30

MAY
2023

What is phytic acid, and why neutralize it in grains and beans?

What is phytic acid, and why neutralize it in grains and beans?
Phytic acid, also known as IP6, phytate and inositol hexaphosphate, is a natural antioxidant which is found in plant seeds. Basically, it is the form in which plants store phosphorus. 

Phytic acid is also known as an anti-nutrient as it blocks the absorption of iron, calcium, magnesium and zinc, leading to mineral deficiencies in the long run. So when we consume foods high in phytates, it prevents the absorption of minerals by binding to them in the gut before our body can absorb them. Our bodies do not have any enzymes capable of breaking down phytates so we are unable to absorb those nutrients, which are then excreted as waste. 

Despite being called anti-nutrient, phytic acid is not all bad. In fact, it has a lot of nutritional value as well. For many, it serves as an anti-oxidant and may help against insulin resistance. Recent studies have found it to be very effective in the prevention and treatment of certain kinds of cancer.

Phytic acid is only found in food derived from plants. What that means is all edible seeds, nuts, legumes, grains and certain vegetables contain phytic acid in varying amounts. However, if you are eating a well-balanced diet, there is little cause for worry. 
 

Phytic acid and when is it beneficial?

Phytic acid does have therapeutic benefits: for example, IP6 (inositol hexaphosphate) is used in cancer therapy and is essentially the phytic acid in brown rice and other grain, legumes, and seeds in general. Ingesting foods with it may also have a cleansing effect on the body, as it is known to bind with calcium, iron, and many mineral excesses- in the soft tissues of the body first. 

Individuals who are embarking on a diet of unrefined foods for the first time, may actually be helped by phytic acid as it will help remove any calcium deposits which may have resulted post-eating dairy foods and refined foods.

The following foods naturally contain phytic acid, the phytic acid of grains is in the bran, therefore, even a moderate amount of bran will cause a sizable concentration of phytic acid in the body, which depletes zinc and other minerals  –

Grains – Like whole wheat, oats and rice. They contain phytic acid only if they have not been processed

Beans and legumes – Like soybeans, black beans, kidney beans and lentils

Nuts and seeds – Walnuts, pine nuts, brazil nuts, almonds and sesame seeds

Tubers – Like potatoes, carrots, turnips and beets 

But if were to avoid all food items with phytic acid, we would be denying ourselves of a lot of healthy options. Grains and legumes are a staple diet in many areas. 

So how do we deal with phytic acid? We can reduce the phytic acid content of many foods by changing the way we cook and prepare them. Soaking, sprouting and fermentation are some of the methods that we can use to bring down the phytates present in food. 

Incidentally, this fact was known to our ancestors and the tradition of soaking cereals and legumes before cooking is a common practice. In fact, cooking legumes for an hour brings down the phytic acid content by almost 80 per cent.
 

How to reduce anti-nutrient effects of phytic acid in food

Soaking - Cereals and legumes are soaked overnight to bring down the phytic acid content.

Sprouting - The germination or sprouting of many legumes, seeds and grains helps in breaking up phytates. Soaking for up to 12 hours 4 parts water to 1 part legume. For better results change the water once or twice. Soaking softens skins and begins the sprouting process, which eliminates phytic acid, thereby making more minerals available.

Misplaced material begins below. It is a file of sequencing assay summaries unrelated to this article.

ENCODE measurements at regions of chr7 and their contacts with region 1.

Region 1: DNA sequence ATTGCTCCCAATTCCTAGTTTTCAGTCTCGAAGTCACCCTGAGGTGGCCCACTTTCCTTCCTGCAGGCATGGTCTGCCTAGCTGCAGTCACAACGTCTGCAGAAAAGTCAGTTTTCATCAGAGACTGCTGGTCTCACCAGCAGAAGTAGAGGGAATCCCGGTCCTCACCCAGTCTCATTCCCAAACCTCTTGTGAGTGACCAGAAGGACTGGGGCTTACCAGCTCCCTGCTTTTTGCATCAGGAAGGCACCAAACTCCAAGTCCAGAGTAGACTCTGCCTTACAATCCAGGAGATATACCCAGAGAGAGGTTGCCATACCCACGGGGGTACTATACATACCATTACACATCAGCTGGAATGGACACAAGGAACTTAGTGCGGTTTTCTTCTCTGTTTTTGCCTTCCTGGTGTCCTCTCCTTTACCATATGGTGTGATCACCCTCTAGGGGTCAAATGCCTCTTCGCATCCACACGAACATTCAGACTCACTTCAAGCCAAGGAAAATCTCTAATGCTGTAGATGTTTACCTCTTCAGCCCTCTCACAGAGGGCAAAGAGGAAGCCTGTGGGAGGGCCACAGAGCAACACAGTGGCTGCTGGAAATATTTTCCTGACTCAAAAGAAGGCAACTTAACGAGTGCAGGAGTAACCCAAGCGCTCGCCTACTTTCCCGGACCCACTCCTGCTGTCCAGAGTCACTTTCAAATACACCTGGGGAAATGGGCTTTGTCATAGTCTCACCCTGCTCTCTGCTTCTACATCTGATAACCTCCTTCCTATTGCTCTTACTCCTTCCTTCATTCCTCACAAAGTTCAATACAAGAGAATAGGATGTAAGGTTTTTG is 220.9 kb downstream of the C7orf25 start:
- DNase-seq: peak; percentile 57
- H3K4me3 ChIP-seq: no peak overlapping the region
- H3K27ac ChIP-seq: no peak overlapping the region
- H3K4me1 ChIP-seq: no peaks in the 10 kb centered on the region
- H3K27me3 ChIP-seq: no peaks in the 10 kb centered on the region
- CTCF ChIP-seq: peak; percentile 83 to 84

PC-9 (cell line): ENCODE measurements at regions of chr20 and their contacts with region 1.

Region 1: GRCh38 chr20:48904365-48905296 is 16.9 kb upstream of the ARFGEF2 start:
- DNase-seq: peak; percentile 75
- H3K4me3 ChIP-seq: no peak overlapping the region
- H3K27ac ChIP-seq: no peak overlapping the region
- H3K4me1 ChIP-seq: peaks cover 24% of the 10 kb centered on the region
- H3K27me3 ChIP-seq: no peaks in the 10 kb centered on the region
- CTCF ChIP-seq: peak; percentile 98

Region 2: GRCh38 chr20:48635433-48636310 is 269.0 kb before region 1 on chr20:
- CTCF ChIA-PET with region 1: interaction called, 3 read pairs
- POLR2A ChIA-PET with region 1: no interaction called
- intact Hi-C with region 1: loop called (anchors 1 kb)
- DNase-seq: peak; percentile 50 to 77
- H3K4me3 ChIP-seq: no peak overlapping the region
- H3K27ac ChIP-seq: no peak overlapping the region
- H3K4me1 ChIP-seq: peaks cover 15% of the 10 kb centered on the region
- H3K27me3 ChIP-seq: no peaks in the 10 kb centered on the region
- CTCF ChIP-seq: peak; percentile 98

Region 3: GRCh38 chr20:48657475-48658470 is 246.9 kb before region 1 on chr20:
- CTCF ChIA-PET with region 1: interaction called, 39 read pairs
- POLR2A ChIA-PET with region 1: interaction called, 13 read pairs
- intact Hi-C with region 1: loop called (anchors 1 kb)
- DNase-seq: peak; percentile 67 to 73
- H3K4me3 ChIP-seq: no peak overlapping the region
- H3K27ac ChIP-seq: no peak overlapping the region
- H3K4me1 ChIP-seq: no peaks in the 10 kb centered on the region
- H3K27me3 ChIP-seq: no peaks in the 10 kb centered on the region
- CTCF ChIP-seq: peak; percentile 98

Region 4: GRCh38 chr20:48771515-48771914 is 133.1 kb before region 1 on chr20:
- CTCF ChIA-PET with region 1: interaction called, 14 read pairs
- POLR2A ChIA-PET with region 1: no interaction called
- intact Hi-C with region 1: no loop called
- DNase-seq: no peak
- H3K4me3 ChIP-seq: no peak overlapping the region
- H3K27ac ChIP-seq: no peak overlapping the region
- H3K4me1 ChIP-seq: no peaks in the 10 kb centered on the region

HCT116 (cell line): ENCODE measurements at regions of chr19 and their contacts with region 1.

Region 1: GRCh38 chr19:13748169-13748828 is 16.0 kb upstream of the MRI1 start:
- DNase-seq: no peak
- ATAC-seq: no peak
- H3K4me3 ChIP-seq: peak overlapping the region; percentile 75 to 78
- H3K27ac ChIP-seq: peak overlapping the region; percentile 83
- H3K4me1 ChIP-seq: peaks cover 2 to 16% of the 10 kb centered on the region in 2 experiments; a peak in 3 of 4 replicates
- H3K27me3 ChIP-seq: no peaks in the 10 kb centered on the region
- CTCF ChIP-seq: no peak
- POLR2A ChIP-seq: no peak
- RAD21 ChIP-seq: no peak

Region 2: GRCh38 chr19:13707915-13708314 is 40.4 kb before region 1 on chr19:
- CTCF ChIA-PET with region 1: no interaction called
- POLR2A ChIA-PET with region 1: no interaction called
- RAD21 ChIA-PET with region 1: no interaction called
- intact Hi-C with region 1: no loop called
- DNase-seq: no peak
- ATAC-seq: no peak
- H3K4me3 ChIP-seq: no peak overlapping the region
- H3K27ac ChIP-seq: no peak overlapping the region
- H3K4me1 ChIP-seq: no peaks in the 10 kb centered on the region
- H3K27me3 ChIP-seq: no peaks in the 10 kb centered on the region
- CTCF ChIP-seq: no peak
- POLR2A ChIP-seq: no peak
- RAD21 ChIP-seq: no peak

Fermentation – Lactic acid fermentation also helps in phytate breakdown.

Processing – Removing the bran from the grain decreases the phytic acid content. But it often tends to remove most of the minerals as well.
One can also consume food rich in vitamin C with meals that contain phytic acid, use vinegar in salad dressings and cooking to enhance mineral absorption and eat mineral fortified food. Finally, we can also go for mineral supplements if our diet still falls short.

Generally, by the time most of this food reaches our plate, it does not contain enough phytates to cause a problem as it has usually gone through the process of soaking, sprouting, fermentation or processing.
 
As long as we are following a healthy yet diverse diet, phytic acid is not a problem. It can only be problematic if our diet is restricted to food like grains and legumes. In fact, it’s the vegans and vegetarians who are more likely to be at risk here of developing mineral deficiency and not meat eaters. 

As phytic acid is found in so many foods which are known to be nutritious, it is not advisable to look at eliminating it from our diet.  As an antioxidant, it has many health benefits. 

Eating a balanced diet allows us to not only receive the benefits of phytic acid but also control the amount we consume. Only those who are known to have mineral deficiency need exercise some caution and monitor their consumption of phytic acid. 
 

Benefits of phytic acid 

Protects against cancer and helps remove free radicals - As an antioxidant, phytic acid helps remove free radicals from our body. If not checked, these free radicals can lead to breast and prostate cancer. Phytic acid is known to especially protect us from colon cancer. It is also said to reduce the effects of chemotherapy. 

Prevents osteoporosis - A diet rich in phytates is also known to help prevent osteoporosis. Post-menopausal women who consume less phytates are actually at a greater risk of bone loss and hip fracture. 

After weighing the pros and cons, one can only conclude that instead of looking at ways and means to eliminate phytic acid from our diet, we should instead focus on neutralising and reducing its consumption. 
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